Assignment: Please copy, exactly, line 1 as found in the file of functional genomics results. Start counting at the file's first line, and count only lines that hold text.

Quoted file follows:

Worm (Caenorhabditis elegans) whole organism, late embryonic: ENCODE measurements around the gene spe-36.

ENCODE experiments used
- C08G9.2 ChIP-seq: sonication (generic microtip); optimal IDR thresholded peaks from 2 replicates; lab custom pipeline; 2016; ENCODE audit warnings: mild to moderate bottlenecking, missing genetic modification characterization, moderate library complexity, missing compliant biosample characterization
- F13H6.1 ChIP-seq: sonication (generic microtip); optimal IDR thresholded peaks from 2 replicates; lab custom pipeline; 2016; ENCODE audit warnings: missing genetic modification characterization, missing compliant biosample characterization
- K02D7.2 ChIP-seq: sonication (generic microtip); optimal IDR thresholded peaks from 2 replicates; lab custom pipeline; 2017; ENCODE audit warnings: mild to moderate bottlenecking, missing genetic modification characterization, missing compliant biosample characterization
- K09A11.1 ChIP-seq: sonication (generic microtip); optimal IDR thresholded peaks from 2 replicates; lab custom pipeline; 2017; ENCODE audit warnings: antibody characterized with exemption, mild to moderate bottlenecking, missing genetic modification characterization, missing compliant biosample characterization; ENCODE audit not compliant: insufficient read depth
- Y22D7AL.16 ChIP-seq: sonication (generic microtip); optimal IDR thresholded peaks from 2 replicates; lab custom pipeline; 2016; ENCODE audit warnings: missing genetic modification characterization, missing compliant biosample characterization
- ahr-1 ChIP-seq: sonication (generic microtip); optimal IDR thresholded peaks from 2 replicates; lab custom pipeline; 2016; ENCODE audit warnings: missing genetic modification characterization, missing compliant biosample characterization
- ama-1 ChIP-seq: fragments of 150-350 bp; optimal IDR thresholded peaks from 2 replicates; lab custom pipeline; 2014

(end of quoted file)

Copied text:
Worm (Caenorhabditis elegans) whole organism, late embryonic: ENCODE measurements around the gene spe-36.